How Does It Work? The Fi­nan­cial Logic

Consumer Voice - - Bfsi -

A chit fund is a sav­ings-cum-bor­row­ing scheme wherein a few peo­ple (known as mem­bers or sub­scribers) come to­gether and in­vest a fixed amount ev­ery month for a fixed pe­riod. Some say that it’s a per­sonal loan, a re­cur­ring de­posit and a kitty party rolled into one.

The num­ber of months for which the in­vest­ment is made is the same as the num­ber of sub­scribers in the scheme. Ev­ery sub­scriber gets a turn to take the to­tal amount col­lected in a month; this means in ev­ery month one sub­scriber will get the col­lected amount. The sub­scriber to get the money will be de­cided based on ei­ther a lucky draw or a bid­ding sys­tem, the lat­ter be­ing the pop­u­lar op­tion. Once a sub­scriber gets his turn, he is not al­lowed to par­tic­i­pate in the bid­ding again. Gen­er­ally, those who are in need of money in a par­tic­u­lar month par­tic­i­pate in the bid­ding, and the sub­scriber with the low­est bid is al­lowed to take the amount. The chit fund scheme is man­aged by one of the mem­bers, known as the fore­man. He is re­spon­si­ble for col­lect­ing the sub­scrip­tion amount from sub­scribers, record­ing de­tails of mem­bers and con­duct­ing the auc­tions. For these du­ties he is paid a fee, which is gen­er­ally five per cent of the amount col­lected. The fore­man’s fee is re­duced from the amount paid to the sub­scriber who wins the bid. Any ex­tra amount from the monthly col­lec­tions is dis­trib­uted equally among all the sub­scribers. The chit-fund com­pa­nies are ba­si­cally the fore­man.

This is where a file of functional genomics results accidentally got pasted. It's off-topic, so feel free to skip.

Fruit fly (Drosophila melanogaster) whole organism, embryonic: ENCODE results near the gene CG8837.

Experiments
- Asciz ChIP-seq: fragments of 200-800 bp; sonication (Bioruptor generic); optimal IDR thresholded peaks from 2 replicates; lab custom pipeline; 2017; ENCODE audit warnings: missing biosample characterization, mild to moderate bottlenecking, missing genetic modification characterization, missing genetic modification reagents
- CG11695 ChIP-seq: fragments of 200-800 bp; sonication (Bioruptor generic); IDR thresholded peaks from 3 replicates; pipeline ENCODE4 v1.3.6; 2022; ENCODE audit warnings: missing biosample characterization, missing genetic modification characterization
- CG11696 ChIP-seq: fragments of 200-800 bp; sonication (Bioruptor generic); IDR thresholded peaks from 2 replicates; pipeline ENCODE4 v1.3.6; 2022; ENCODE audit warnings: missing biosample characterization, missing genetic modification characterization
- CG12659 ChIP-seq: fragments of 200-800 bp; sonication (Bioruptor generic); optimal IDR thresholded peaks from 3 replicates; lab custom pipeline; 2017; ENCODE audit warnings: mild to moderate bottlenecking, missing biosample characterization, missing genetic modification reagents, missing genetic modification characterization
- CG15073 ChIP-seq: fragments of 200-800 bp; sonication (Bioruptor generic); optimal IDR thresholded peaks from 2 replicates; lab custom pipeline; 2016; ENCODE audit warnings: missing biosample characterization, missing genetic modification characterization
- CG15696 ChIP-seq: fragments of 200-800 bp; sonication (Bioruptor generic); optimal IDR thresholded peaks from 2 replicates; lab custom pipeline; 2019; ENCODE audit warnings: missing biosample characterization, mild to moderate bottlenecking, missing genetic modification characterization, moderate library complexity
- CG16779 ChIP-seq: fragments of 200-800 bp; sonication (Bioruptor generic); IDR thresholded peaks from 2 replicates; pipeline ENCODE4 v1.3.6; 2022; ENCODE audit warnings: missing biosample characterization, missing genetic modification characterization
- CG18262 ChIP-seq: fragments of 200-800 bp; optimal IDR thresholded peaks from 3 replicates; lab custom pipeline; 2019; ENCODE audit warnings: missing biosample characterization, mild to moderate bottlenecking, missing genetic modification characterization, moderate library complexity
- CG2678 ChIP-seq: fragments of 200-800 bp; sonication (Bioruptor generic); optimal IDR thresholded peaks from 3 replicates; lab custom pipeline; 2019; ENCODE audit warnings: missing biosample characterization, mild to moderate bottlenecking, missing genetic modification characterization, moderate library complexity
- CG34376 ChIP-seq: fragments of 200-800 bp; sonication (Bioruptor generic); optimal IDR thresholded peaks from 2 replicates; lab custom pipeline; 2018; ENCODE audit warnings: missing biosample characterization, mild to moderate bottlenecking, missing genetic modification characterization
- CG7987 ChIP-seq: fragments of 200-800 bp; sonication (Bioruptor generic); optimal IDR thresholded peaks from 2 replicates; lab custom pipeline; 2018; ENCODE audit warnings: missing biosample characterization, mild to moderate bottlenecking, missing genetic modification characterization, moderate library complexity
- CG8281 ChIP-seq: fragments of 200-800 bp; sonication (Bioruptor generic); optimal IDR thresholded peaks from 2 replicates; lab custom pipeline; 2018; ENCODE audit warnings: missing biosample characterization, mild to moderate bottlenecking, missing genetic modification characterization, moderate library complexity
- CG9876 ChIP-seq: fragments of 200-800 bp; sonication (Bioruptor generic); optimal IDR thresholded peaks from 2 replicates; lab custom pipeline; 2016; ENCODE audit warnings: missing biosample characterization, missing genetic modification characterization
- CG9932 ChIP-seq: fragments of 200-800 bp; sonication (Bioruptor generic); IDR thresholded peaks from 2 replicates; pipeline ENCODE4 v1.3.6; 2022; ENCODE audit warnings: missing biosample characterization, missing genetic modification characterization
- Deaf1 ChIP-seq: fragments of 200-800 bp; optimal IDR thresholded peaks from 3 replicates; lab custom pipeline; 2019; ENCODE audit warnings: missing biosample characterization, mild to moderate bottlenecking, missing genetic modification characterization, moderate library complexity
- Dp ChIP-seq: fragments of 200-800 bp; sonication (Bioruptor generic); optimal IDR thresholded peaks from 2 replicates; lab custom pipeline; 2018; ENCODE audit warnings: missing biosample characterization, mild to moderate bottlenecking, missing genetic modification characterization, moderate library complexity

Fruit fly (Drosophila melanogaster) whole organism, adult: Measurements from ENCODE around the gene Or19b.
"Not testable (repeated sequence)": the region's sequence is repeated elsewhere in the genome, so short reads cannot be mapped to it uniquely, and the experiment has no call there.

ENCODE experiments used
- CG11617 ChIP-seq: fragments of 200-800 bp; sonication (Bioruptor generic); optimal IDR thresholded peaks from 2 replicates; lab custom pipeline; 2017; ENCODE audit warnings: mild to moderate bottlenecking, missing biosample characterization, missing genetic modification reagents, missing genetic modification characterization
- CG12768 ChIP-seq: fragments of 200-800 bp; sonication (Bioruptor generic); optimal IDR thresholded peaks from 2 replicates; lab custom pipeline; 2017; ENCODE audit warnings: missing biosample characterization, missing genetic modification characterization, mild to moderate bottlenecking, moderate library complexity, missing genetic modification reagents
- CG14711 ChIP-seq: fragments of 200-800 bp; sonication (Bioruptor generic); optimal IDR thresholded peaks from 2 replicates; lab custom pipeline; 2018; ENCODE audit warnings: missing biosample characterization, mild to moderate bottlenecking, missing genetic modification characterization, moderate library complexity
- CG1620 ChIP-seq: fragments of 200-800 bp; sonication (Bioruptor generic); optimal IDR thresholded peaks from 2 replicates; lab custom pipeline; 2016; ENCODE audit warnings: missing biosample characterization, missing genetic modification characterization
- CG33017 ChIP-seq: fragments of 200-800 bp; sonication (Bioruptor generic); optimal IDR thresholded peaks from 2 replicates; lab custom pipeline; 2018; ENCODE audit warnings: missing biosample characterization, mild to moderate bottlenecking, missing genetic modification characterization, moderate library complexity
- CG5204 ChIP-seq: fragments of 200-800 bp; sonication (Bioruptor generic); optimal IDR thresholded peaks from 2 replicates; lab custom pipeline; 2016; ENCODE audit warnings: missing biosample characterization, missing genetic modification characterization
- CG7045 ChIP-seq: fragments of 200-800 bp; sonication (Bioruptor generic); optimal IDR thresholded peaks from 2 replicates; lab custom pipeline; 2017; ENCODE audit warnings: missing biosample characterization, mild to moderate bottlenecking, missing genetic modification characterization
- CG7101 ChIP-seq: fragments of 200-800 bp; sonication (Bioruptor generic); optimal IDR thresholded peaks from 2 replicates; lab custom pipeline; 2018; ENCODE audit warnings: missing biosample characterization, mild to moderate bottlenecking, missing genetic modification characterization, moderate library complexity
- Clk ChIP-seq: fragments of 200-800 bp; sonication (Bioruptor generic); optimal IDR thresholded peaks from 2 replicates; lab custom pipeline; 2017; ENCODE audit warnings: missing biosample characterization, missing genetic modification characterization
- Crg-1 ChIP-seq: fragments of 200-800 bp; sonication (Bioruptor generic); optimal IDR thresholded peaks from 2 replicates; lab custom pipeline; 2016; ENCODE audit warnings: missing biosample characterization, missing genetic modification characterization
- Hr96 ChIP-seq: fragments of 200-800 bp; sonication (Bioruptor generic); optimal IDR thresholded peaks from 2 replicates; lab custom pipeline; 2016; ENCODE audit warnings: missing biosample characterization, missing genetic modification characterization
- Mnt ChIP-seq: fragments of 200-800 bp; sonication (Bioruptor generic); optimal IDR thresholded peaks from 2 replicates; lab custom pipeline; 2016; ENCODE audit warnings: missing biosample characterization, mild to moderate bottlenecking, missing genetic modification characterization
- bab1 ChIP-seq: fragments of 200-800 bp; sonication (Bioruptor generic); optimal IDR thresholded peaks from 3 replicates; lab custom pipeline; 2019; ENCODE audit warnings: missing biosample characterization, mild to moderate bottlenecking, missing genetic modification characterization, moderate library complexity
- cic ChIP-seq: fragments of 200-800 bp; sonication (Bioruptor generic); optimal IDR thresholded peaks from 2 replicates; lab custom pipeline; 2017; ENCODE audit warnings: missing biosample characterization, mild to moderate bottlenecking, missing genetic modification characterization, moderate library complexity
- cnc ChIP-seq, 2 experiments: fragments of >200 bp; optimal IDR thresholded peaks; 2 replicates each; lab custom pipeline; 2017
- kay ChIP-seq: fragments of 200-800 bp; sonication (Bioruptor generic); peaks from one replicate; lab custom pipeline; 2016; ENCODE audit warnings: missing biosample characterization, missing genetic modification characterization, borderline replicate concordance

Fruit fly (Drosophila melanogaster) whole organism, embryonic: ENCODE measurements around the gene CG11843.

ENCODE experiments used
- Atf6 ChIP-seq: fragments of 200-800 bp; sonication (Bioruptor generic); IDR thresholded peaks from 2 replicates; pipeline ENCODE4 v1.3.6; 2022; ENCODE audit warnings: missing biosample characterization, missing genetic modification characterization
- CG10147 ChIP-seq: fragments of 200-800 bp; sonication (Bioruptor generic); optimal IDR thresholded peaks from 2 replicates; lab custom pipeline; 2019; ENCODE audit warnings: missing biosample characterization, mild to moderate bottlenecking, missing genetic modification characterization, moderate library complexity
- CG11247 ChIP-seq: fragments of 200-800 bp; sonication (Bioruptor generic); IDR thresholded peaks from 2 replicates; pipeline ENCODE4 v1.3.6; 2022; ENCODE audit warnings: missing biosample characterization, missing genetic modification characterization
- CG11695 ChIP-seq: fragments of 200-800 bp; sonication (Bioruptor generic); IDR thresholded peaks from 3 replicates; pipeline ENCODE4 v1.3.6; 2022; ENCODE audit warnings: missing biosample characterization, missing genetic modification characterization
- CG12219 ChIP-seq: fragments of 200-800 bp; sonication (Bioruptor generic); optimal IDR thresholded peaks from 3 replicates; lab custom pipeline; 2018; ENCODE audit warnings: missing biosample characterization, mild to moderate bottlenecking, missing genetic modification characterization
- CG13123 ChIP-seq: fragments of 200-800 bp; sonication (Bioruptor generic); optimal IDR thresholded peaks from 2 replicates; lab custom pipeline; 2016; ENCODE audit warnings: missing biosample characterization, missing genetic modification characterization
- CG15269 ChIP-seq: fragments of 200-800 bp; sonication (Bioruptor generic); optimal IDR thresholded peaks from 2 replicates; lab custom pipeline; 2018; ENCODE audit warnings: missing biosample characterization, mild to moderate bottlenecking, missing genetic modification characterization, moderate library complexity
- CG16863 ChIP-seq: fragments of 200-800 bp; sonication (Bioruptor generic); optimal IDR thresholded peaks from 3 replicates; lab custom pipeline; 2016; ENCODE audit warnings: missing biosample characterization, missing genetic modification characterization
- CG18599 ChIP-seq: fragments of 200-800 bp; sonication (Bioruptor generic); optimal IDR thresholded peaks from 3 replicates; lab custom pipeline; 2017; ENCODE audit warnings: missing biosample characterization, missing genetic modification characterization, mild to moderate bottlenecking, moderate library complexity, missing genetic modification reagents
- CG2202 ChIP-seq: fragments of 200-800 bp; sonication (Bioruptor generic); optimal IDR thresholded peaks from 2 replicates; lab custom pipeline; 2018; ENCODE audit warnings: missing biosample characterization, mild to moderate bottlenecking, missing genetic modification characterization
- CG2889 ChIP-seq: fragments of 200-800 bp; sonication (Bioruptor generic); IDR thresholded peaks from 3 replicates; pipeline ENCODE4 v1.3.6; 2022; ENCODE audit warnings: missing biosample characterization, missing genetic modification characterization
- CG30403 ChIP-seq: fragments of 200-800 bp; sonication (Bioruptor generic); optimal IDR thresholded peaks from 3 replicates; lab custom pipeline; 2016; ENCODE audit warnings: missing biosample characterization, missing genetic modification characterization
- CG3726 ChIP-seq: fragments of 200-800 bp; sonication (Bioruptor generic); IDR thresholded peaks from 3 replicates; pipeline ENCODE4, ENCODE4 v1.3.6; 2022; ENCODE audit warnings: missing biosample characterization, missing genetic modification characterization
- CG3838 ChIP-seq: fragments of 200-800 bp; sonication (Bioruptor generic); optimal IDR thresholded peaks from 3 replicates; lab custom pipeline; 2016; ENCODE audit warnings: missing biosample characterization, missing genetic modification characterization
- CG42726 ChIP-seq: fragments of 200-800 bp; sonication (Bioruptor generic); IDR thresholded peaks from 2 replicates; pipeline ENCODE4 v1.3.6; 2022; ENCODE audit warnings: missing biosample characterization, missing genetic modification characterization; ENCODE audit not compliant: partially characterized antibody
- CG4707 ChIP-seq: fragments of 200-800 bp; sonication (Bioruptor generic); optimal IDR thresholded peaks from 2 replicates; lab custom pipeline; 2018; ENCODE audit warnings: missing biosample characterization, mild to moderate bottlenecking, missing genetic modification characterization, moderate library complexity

Il­lus­tra­tive ex­am­ple

As­sume there is a chit fund with 10 mem­bers/sub­scribers con­tribut­ing Rs 3,000 each per month for 10 months. The to­tal monthly col­lec­tion in this chit fund is Rs 30,000. Sup­pose in the first month there are two mem­bers who need funds and par­tic­i­pate in the bid­ding. One mem­ber bids for Rs 27,000 while the other mem­ber bids for Rs 26,000. The sec­ond mem­ber be­comes el­i­gi­ble to draw the money for the month as his bid is lower than the first mem­ber’s bid. (If there is more than one mem­ber bid­ding for the same low­est amount, a lot­tery is drawn to de­ter­mine which of the mem­bers will be el­i­gi­ble for with­draw­ing the amount.) In this il­lus­tra­tion, the sec­ond mem­ber can with­draw Rs 24,500 (sub­tract­ing fore­man’s fee of Rs 1,500, which is five per cent of Rs 30,000). The re­main­ing Rs 4,000 (Rs 30,000 – Rs 26,000) is dis­trib­uted equally among all the mem­bers – so each mem­ber gets Rs 400 each. So in ef­fect, dur­ing the first month each mem­ber con­trib­utes only Rs 2,600.

In the sec­ond month, another mem­ber is given a chance to with­draw the bulk amount. Sup­pose this mem­ber bids for Rs 28,000; so the re­main­ing Rs 2,000 is di­vided among the mem­bers – that is, Rs 200 per mem­ber. This process is re­peated ev­ery month for a to­tal of 10 months. On the com­ple­tion of 10 months’ pe­riod, each sub­scriber will have with­drawn a bulk amount once, in ad­di­tion to get­ting the monthly nom­i­nal amount. This monthly amount works like a div­i­dend for the money in­vested and is com­par­a­tively higher than the bank in­ter­est (FD rate) that gets ac­crued in re­cur­ring de­posit schemes of com­mer­cial banks.

Rules for de­ter­min­ing which mem­ber takes the bulk amount ev­ery month and also the with­drawal amount vary from one chit fund to another in dif­fer­ent states. How­ever, they all have to abide by the Chit Funds Act 1981.

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